Definitions

Advantage play

Advantage gambling

Advantage gambling, or advantage play, refers to a practice of using legal ways to gain a mathematical advantage while gambling. The term usually refers to house-banked games, but can also refer to games played against other players, such as poker. Someone who practices advantage gambling is often referred to as an advantage player, or AP.

A skillfull or knowledgeable player can gain an advantage at a number of games. Blackjack can usually be beaten with card-counting and sometimes with shuffle tracking. Some video poker games can be beaten by the use of a strategy card devised by computer analysis of the game. Some progressive slot machines can eventually have such a high jackpot that they offer a positive return when played. Online games can be beaten with bonus hunting.

Sports and horse betting

Sports and horse betting can be beaten in the long run by skillful handicappers who only bet when they believe the line offers them an advantage. Sports and horse betting can also be beaten by placing arbitrage bets, which involve placing bets at different bookmakers who are offering different lines. Many online sports books now offer bonuses like free bets or free money. These bonuses usually come with a stipulation that the bettor place a certain number of bets. For example, a site may offer a bettor $50 free if they deposit $100 and place a total of $1000 in bets. These can reduce the "juice" or vig taken by the house or even offer the bettor a small advantage.

Another form of advantage can be found by betting the "middle" on a sports event, or by betting for the favorite to win but not to cover the spread. This takes the form of two separate bets: one bet against the spread, and one bet on the money line for the favorite to win. For example, suppose the Cowboys are playing the Giants and the Cowboys are favored by 3.5 points. If the Cowboys win by 4 or more, the spread bet will lose but the money line bet will win; if the Giants win, the reverse is true, but in both cases, one bet wins and one loses. However, if the Cowboys win by 1 to 3 points, both bets win. There are thus only 2 possible outcomes: a high probability of a small loss, against a small probability of a large gain.

Poker

Poker can offer a long-term advantage to a skilled player because it is played against other players and not against the house. The casino usually takes a rake or a session fee. A skilled poker player can often win enough from the game to cover the rake and make a profit. But this is often more difficult at lower levels, as the rake is higher in proportion to their total winnings.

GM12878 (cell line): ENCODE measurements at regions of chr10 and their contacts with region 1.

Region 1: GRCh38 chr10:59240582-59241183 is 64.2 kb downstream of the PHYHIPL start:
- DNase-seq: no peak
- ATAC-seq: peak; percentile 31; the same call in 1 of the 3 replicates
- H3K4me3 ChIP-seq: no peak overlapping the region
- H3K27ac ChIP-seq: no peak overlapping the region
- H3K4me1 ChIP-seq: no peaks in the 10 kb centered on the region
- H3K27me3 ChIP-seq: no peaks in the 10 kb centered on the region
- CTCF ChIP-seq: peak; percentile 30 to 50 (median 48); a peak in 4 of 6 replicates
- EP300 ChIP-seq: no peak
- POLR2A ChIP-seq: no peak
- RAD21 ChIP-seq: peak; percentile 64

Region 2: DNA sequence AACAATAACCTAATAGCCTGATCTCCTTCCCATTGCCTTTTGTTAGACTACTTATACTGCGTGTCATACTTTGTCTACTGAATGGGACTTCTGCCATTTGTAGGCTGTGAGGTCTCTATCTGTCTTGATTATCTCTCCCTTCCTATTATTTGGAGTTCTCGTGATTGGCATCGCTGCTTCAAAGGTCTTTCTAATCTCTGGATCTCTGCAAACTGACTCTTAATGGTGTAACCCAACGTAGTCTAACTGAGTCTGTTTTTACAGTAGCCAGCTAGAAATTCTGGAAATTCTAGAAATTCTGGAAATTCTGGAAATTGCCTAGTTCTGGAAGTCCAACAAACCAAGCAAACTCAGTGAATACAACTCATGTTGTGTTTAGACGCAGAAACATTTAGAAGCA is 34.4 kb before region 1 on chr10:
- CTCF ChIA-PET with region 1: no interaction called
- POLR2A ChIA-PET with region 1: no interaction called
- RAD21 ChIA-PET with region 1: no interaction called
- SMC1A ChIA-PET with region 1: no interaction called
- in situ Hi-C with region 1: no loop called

Other ways to gain an advantage

Experts disagree about whether or not an advantage can be gained at some other games. One example is dice control. Authors Stanford Wong and Frank Scoblete believe that by setting and throwing the dice in a certain way players can alter the odds at the game of craps enough to gain an advantage.

"Angle shooting" is another type of advantage play. "Angle shooting" refers to legal but possibly unethical ways to beat casino games. One way to get an advantage at a casino is "hole carding" where a player tries to look at the dealer's hole card in blackjack and then uses that information to play his hand differently. Taking advantage of incorrect payouts is another example of angle shooting. Not correcting an inexperienced dealer who pays 2 to 1 on a blackjack instead of 3 to 2 is an example of taking advantage of an incorrect payout.

Comp hustling can be another form of advantage gambling. Players who play games with a low house advantage can get more than their expected loss in free items from the casino. Many advantage players also take steps to maximize the comps they receive from their play.

Hazards of advantage gambling

Casinos sometimes take measures to thwart players who they believe pose a threat to them, especially card-counters or hole-card players. But some casinos tolerate card-counters who don't bet large amounts, who are not good at counting, or who don't use a large betting spread. Some countermeasures include shuffling more frequently, imposing betting limits, "backing off" the player by asking him not to play blackjack any more, or asking the player to leave the casino. In New Jersey, a player may not be asked to leave a table for counting cards, although the house may still impose betting limits or shuffle sooner. Players caught counting cards or hole-carding ultimately may find themselves listed in the Griffin Book and become unwelcome in most casinos. Video poker and skillful progressive slot players are rarely ejected, but it has happened. They may have their comps reduced or eliminated. Skillful sports bettors may have their betting limits reduced and may not be allowed to take advantage of bonuses at online sports books.

Craps players are often stopped from playing if the dice fail to bounce off of the back wall of the table.

In most jurisdictions, advantage players abide by the established rules of the game and thus commit no fraud against the casino. Unlike cheaters, advantage players should be able to operate without fear of being criminally prosecuted if they are discovered.

See also

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